Tony Hayward Out As Public Face Of BP
A day after being grilled by a Congressional Committee, Tony Hayward will apparently no longer be the public face of BP on the oil spill:
BP’s chairman Carl-Henric Svanberg has told Sky’s Jeff Randall that embattled chief executive Tony Hayward is to have a changed role in dealing with the oil spill.
Asked by Randall about Mr Hayward’s ongoing role, Mr Svanberg said: “He is now handing over the operation to Bob Dudley.”
Robert Dudley has been the managing director of the oil giant since 2009.
Prior to the appointment Mr Dudley was president and chief executive of TNK-BP, Russia’s third largest oil and gas company.
Mr Svanberg also told Randall that comments by Mr Hayward have had detrimental effects as the company seeks to control the fallout from the disaster.
“It is clear Tony has made remarks that have upset people,” Mr Svanberg said.
He admitted that the disaster is turning from an industrial accident into a broader political concern with questions of the company’s viability being raised.
Mr Svanberg, whose background is in telecommunications, will now expand his own involvement.
“This has now turned into a reputation matter, a financial squeeze for BP and a political matter and that is why you will now see more of me,” Mr Svanberg said.
“This incident is a tragic one and something that should never have happened,” he said.
Mr Svanberg revealed that the company’s strategy had been for Mr Hayward to be the primary voice however political repercussions now require a changed structure.
From a public relations standpoint, it’s clear that Hayward has been a disaster for the company and his performance yesterday and the negative comments that followed it in the American media certainly didn’t make that any better. Changing personnel and sending Hayward back to Britain won’t do anything to stop the damage to BP at this point, of course, but it certainly couldn’t hurt.
As if to confirm that fact, The Guardian reports today that BP’s credit rating was actually downgraded in the wake of Hayward’s Congressional testimony:
Tony Hayward‘s seven-hour mauling at the hands of the US Congress appears to have done little to repair his image in America, and was not enough to prevent BP‘s credit rating being downgraded again today.
The BP chief executive’s refusal to give detailed answers to many of the questions fired at him yesterday has not impressed observers, such as Professor Sydney Finkelstein of Dartmouth’s Tuck School of Business. He argued today that Hayward should have been more open, rather than repeatedly saying he did not know or could not remember information about the Deepwater Horizon rig.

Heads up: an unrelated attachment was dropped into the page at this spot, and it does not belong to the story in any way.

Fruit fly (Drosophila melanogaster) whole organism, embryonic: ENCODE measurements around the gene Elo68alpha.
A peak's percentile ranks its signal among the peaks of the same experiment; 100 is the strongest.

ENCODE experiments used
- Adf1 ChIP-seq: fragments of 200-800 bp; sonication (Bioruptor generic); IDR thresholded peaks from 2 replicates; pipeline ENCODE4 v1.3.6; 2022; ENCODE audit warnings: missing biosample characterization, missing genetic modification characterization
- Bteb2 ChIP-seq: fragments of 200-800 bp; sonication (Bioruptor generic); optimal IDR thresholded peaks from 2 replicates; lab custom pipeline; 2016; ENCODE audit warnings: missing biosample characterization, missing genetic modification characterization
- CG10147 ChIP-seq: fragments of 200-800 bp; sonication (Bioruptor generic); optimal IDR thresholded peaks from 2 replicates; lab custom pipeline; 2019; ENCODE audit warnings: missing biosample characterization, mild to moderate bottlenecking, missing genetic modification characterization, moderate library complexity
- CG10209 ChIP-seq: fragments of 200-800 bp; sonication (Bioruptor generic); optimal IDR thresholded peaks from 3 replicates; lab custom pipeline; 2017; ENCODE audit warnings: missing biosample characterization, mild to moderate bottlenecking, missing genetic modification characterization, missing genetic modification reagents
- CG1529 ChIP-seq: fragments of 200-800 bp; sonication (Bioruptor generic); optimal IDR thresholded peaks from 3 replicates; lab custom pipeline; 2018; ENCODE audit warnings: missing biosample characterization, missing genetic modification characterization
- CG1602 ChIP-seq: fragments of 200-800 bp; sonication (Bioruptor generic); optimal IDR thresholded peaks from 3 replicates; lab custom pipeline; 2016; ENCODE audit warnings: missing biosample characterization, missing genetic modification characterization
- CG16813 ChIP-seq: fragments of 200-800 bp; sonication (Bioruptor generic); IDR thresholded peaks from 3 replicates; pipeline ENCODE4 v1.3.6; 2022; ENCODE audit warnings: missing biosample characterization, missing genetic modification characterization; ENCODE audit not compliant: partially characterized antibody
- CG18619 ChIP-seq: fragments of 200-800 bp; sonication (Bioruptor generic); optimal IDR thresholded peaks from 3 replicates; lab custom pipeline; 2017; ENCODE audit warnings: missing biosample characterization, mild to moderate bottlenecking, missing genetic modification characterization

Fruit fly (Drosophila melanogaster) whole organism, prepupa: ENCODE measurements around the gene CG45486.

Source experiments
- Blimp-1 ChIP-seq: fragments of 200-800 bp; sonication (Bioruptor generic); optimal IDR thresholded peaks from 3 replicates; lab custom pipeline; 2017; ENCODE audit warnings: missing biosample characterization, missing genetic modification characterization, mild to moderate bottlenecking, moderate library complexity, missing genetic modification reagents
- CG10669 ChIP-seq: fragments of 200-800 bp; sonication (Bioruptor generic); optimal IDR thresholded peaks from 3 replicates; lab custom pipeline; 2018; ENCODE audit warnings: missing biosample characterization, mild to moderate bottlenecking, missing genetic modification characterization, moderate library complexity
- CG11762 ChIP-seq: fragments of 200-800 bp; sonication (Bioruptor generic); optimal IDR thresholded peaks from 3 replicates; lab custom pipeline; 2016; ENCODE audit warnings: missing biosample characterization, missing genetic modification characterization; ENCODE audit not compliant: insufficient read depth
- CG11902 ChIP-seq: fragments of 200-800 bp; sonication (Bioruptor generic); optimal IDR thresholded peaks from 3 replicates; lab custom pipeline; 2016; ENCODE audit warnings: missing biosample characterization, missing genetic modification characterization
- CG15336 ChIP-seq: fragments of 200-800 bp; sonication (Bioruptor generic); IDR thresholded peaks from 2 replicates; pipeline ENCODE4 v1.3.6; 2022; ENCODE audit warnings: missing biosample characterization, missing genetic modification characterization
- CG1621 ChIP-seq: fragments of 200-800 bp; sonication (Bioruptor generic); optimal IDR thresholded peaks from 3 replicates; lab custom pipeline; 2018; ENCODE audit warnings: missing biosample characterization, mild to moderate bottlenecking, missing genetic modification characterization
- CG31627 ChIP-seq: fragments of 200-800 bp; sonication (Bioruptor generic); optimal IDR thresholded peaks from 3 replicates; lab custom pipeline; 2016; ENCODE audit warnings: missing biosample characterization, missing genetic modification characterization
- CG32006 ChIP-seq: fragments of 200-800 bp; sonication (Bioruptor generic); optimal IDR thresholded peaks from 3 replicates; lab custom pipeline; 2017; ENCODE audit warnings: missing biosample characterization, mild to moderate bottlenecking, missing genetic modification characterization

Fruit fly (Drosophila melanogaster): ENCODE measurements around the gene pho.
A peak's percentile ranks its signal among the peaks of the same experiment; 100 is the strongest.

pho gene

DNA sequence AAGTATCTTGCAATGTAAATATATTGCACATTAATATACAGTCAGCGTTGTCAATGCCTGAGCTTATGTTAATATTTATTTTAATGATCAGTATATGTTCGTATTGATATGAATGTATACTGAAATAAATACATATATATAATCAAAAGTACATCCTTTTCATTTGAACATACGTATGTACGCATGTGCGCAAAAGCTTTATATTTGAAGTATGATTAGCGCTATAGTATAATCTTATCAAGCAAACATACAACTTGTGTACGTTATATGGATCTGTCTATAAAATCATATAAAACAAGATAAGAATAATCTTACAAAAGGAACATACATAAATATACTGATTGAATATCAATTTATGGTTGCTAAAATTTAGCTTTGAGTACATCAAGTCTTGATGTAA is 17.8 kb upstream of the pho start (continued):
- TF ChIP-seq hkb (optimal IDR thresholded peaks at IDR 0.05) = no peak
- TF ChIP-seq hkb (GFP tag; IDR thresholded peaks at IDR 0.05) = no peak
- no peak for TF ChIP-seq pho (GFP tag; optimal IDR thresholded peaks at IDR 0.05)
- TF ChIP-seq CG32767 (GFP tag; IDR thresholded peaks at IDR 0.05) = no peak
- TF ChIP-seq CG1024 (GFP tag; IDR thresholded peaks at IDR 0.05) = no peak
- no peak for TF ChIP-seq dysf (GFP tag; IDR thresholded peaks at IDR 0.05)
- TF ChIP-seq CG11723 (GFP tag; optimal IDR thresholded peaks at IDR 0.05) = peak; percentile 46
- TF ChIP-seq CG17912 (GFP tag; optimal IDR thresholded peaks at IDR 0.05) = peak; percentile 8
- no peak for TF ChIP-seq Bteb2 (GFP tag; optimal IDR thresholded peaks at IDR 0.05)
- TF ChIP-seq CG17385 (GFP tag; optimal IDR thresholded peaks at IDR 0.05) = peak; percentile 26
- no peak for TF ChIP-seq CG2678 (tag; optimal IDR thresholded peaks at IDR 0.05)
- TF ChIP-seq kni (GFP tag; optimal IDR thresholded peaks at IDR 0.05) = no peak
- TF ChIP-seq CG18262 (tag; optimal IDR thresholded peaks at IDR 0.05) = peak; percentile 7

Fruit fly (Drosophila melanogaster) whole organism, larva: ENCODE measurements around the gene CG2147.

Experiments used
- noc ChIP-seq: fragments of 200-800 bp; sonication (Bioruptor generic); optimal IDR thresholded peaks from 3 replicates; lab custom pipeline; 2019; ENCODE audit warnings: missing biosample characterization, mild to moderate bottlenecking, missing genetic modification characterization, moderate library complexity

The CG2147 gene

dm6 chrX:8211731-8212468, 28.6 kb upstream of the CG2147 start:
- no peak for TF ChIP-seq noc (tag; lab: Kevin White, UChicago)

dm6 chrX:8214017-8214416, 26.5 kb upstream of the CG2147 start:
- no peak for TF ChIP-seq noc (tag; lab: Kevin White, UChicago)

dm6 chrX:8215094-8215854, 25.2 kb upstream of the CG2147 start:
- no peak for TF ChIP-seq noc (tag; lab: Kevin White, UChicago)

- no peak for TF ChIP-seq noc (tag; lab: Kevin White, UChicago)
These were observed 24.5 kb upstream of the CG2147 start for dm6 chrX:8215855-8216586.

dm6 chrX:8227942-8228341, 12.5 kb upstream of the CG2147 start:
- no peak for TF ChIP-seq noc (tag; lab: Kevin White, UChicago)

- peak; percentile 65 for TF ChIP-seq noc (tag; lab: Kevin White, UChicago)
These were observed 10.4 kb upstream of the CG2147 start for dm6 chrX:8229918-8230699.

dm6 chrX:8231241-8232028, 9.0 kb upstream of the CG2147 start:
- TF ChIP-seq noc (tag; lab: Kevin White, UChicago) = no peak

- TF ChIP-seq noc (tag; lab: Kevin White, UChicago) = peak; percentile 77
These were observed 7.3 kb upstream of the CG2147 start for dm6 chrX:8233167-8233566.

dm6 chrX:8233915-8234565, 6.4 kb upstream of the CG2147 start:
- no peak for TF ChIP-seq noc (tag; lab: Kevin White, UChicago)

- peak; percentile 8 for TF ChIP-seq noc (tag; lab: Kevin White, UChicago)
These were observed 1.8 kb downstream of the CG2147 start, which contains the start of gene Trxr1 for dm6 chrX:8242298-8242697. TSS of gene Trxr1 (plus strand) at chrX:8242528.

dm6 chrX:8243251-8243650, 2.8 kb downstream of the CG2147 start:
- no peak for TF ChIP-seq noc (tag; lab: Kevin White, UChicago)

“Why, two months on, does he not know what went wrong and what occurred?” said Finkelstein on Bloomberg TV today.
“The problem that occurs is you’re telling your managers and everyone in BP that you’re going to hide, and not be the guy who stands up and takes responsibility,” he said.
Some in the City believe Hayward’s stonewalling was partly an attempt to avoid admitting liability, with both civil and criminal charges a possibility.
“Mr Hayward gave the impression that he was the most incompetent CEO in living memory. If that was the real Tony Hayward, then God help BP, but it wasn’t,” said David Buik of City firm BGC Partners.
“Litigation is the biggest game in town. Despite the appalling human tragedy and desperate environmental damage, Congress is being naive if it thinks that Tony Hayward can make himself culpable, when the entire blame for this accident has been appropriated,” Buik added.
Shares in BP rallied today, up over 5% this morning. But they then fell back after Moody’s cut BP’s credit rating by three notches to A2, following downgrades by Fitch and Standard & Poor’s. Moody’s said it was concerned by the escalating cost of the oil spill, which is expected to continue until at least August. It also warned that the $20bn compensation fund agreed on Wednesday would not cover BP’s liabilities.
Once this crisis is over, there will be classes taught in business schools about how not to manage a crisis. BP and Tony Hayward will be the prime example of what not to do.